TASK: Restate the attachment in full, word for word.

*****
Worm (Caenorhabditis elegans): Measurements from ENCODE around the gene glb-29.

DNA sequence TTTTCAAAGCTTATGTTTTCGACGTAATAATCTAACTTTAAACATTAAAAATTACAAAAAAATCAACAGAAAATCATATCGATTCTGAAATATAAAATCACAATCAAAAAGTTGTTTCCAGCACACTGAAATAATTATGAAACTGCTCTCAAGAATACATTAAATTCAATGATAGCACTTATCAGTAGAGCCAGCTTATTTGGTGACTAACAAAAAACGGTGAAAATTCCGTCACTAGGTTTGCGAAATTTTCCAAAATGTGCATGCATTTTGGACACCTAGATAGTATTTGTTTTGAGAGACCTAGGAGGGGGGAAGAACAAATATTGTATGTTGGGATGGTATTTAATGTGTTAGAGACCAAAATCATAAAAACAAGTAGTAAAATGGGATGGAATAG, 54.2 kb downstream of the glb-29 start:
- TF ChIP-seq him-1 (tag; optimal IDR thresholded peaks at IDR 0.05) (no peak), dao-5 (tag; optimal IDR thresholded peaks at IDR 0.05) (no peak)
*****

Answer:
Worm (Caenorhabditis elegans): Measurements from ENCODE around the gene glb-29.

DNA sequence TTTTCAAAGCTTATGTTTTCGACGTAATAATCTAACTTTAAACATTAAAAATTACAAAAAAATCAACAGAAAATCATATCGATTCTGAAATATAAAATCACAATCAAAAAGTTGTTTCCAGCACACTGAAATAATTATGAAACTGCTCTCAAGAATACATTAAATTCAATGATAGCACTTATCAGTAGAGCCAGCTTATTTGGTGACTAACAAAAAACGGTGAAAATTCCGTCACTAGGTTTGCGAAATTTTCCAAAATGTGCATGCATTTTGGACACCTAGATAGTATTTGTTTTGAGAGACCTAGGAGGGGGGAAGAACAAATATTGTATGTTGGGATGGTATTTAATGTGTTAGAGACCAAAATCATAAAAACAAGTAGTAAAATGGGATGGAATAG, 54.2 kb downstream of the glb-29 start:
- TF ChIP-seq him-1 (tag; optimal IDR thresholded peaks at IDR 0.05) (no peak), dao-5 (tag; optimal IDR thresholded peaks at IDR 0.05) (no peak)